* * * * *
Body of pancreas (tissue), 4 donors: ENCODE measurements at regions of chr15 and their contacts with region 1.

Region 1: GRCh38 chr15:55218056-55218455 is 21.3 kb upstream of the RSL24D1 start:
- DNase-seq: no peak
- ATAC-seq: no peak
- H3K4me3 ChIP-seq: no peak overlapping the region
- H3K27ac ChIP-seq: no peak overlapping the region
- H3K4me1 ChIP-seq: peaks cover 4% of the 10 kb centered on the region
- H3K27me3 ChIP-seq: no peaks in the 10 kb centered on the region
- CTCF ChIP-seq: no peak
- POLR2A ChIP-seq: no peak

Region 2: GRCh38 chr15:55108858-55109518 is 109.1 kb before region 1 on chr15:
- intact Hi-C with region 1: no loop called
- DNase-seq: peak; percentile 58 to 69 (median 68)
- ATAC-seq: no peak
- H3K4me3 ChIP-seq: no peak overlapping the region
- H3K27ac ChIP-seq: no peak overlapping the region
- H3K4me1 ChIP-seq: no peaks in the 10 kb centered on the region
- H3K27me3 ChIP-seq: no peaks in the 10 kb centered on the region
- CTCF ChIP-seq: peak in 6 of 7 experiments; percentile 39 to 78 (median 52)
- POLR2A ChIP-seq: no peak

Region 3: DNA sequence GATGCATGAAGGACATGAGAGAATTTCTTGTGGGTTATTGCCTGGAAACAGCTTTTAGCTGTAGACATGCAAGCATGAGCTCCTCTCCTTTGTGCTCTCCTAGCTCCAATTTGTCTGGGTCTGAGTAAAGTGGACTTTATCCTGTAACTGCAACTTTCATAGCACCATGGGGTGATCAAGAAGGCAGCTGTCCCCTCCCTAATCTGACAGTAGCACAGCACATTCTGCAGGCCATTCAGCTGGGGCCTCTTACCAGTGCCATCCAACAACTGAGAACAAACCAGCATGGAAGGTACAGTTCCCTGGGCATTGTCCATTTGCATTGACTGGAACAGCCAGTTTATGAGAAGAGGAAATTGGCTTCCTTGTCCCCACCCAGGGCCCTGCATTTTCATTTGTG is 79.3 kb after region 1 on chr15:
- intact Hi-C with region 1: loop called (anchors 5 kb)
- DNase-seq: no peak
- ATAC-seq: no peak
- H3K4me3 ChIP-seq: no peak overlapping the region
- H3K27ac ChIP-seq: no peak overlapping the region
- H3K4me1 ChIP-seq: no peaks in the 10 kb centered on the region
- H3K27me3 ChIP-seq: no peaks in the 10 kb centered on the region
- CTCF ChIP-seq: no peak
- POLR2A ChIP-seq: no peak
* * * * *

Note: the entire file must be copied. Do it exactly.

Body of pancreas (tissue), 4 donors: ENCODE measurements at regions of chr15 and their contacts with region 1.

Region 1: GRCh38 chr15:55218056-55218455 is 21.3 kb upstream of the RSL24D1 start:
- DNase-seq: no peak
- ATAC-seq: no peak
- H3K4me3 ChIP-seq: no peak overlapping the region
- H3K27ac ChIP-seq: no peak overlapping the region
- H3K4me1 ChIP-seq: peaks cover 4% of the 10 kb centered on the region
- H3K27me3 ChIP-seq: no peaks in the 10 kb centered on the region
- CTCF ChIP-seq: no peak
- POLR2A ChIP-seq: no peak

Region 2: GRCh38 chr15:55108858-55109518 is 109.1 kb before region 1 on chr15:
- intact Hi-C with region 1: no loop called
- DNase-seq: peak; percentile 58 to 69 (median 68)
- ATAC-seq: no peak
- H3K4me3 ChIP-seq: no peak overlapping the region
- H3K27ac ChIP-seq: no peak overlapping the region
- H3K4me1 ChIP-seq: no peaks in the 10 kb centered on the region
- H3K27me3 ChIP-seq: no peaks in the 10 kb centered on the region
- CTCF ChIP-seq: peak in 6 of 7 experiments; percentile 39 to 78 (median 52)
- POLR2A ChIP-seq: no peak

Region 3: DNA sequence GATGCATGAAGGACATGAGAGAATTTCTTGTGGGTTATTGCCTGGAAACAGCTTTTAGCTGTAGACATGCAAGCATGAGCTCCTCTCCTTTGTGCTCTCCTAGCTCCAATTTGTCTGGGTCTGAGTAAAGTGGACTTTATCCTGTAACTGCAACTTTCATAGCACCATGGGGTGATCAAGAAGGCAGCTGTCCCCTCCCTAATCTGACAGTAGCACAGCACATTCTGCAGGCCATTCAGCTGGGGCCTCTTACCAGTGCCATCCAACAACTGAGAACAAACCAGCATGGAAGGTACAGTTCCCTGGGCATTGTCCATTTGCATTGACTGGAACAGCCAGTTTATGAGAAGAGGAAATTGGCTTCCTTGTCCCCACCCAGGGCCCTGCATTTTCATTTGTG is 79.3 kb after region 1 on chr15:
- intact Hi-C with region 1: loop called (anchors 5 kb)
- DNase-seq: no peak
- ATAC-seq: no peak
- H3K4me3 ChIP-seq: no peak overlapping the region
- H3K27ac ChIP-seq: no peak overlapping the region
- H3K4me1 ChIP-seq: no peaks in the 10 kb centered on the region
- H3K27me3 ChIP-seq: no peaks in the 10 kb centered on the region
- CTCF ChIP-seq: no peak
- POLR2A ChIP-seq: no peak